VA Secretary: Cerner tasked with EHR, won't scrap rest of VistA

While the vendor will be the same as the DoD's system, VA's platform will be designed to meet particulars that are vastly different, David Shulkin, MD, told the Senate VA committee on Wednesday.
By Jessica Davis
04:42 PM

In his first Capitol Hill appearance since the VA announced it would replace its electronic health record with a Cerner system, U.S. Department of Veterans Affairs Secretary David Shulkin, MD, shed some light on just what the move would mean.

In a brief mention of the department's IT needs during testimony before the Senate VA Committee on Wednesday, Shulkin clarified that the VA would not be scrapping VistA completely, and the agency would obviously be maintaining the 30-year-old record system.

However, Cerner would be specifically tasked with the EHR component of the IT system.

"While it's a decision to move forward with the same vendor as the DoD, it won't be an identical platform … we're different organizations," said Shulkin.

Shulkin also mentioned that the VA needs a program designed to work on interoperability with all of the VA's partners.

"We have to be interoperable with our community partners, as well," said Shulkin, explaining that about 80 percent of the community partners aren't running on the Cerner platform.

[Also: Will Cerner rollout at VA advance interoperability? Maybe]

Sen. Joseph Manchin, D-West Virginia, pressed Shulkin on the speed of this decision: "Are you concerned about having one vendor manage all of these records?"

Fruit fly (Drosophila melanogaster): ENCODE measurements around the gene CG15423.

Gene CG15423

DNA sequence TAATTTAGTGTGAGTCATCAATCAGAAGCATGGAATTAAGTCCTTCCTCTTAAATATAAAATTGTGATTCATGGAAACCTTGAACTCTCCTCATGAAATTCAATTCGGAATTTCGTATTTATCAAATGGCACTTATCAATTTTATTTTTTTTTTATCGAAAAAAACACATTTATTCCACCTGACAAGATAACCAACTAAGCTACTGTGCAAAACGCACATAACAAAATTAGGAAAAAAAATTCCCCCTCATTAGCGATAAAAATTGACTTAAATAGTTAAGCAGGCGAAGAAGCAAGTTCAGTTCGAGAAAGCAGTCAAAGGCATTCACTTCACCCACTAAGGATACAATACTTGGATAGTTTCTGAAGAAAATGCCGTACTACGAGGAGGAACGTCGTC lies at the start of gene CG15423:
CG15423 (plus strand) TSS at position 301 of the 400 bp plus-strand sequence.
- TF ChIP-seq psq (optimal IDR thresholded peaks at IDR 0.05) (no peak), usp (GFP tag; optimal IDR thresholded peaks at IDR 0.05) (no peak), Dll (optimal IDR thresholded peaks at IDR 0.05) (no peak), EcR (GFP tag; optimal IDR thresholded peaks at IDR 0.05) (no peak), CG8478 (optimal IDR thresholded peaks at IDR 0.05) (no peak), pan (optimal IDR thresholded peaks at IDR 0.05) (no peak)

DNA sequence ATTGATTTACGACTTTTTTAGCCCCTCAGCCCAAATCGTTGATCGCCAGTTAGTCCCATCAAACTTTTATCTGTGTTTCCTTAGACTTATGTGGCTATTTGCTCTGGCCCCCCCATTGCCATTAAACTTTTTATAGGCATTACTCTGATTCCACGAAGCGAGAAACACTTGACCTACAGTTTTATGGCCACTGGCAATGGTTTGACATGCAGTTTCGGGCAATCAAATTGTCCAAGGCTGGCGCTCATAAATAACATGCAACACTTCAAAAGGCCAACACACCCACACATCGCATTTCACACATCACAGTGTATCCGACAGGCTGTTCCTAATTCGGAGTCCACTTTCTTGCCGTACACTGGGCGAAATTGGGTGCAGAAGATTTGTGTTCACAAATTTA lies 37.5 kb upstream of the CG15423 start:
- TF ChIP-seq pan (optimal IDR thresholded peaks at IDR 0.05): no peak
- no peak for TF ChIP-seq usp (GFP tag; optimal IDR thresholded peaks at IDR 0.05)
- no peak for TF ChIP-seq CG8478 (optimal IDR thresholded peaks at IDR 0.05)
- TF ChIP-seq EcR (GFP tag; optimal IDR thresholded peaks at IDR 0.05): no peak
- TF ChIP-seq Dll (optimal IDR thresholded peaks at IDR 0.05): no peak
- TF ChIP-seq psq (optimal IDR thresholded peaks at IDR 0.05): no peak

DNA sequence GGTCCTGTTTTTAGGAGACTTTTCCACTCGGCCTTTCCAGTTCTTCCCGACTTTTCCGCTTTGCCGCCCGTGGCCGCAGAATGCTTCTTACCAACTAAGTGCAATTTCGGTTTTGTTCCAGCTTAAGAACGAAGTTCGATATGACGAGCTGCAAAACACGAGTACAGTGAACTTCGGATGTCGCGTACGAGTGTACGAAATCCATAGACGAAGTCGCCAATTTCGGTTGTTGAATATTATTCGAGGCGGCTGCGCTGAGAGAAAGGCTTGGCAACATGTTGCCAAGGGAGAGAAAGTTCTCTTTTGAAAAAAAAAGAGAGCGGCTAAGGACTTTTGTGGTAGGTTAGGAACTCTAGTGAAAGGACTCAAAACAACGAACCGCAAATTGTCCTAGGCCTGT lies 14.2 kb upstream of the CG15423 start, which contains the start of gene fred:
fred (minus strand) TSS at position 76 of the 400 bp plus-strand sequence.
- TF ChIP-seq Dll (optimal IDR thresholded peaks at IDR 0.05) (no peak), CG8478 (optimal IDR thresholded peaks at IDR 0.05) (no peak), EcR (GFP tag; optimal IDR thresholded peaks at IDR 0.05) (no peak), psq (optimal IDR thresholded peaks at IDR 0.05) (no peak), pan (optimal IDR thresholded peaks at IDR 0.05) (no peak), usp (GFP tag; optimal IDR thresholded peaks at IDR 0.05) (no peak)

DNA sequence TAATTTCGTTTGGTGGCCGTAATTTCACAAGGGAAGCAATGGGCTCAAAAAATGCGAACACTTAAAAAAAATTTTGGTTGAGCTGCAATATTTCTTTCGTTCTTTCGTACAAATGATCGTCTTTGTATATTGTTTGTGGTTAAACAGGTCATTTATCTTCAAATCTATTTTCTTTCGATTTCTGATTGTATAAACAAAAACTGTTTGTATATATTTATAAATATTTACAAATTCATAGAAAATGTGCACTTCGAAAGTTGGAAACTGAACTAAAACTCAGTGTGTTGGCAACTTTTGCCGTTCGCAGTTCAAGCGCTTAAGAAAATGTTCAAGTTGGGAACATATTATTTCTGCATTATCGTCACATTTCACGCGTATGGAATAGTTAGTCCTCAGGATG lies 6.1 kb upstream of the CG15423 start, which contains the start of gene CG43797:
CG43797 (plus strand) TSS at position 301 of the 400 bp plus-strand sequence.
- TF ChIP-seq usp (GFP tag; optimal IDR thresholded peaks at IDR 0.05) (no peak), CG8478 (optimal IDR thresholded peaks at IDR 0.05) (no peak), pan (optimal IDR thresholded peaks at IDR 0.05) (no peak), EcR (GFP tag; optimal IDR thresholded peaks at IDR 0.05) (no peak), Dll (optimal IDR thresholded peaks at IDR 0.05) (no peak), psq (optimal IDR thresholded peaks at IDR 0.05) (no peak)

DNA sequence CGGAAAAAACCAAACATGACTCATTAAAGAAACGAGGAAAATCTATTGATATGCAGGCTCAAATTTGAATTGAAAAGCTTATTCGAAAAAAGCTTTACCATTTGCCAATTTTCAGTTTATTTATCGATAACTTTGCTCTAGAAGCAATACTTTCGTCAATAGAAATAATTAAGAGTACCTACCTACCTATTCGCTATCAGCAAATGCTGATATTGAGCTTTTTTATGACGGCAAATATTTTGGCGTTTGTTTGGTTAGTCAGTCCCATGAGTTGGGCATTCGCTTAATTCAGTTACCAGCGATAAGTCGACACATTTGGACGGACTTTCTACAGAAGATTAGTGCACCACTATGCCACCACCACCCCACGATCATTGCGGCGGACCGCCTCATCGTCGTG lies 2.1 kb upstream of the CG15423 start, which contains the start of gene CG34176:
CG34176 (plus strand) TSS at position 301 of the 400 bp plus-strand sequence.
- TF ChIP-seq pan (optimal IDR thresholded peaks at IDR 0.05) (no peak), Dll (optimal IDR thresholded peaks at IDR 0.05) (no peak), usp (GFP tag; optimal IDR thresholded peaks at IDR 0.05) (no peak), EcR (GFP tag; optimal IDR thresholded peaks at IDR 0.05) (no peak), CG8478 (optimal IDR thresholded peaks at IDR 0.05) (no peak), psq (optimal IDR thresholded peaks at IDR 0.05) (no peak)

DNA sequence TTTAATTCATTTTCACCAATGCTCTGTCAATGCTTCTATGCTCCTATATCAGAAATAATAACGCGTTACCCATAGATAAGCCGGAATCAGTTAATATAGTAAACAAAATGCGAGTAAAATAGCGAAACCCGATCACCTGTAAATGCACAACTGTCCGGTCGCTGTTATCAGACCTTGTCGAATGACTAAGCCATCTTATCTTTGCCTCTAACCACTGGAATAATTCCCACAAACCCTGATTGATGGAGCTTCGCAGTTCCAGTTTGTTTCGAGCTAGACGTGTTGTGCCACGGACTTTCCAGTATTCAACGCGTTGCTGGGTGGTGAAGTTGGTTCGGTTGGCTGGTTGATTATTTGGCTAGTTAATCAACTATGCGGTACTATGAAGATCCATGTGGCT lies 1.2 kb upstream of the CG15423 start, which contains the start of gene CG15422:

"The U.S. Department of Defense went through a strong due diligence in choosing Cerner, and the VA will benefit from their due diligence," said Shulkin. "There's always a risk when making a decision of this magnitude. … The greater risk was doing nothing."

When it comes to the cost, and how the VA will know it's getting the best price for the system, Shulkin referenced what the DoD paid – and compared it with the price the VA is already paying to maintain its current system.

Further, he stressed the agency's lack of ability to maintain software developers.

"Most of the cost of the switch with an EHR is in cost management," said Shulkin. "We'll be seeking the best way to do this for taxpayers."

Shulkin said the VA will work with appropriators to make sure the agency is making the right decision.

Twitter: @JessieFDavis
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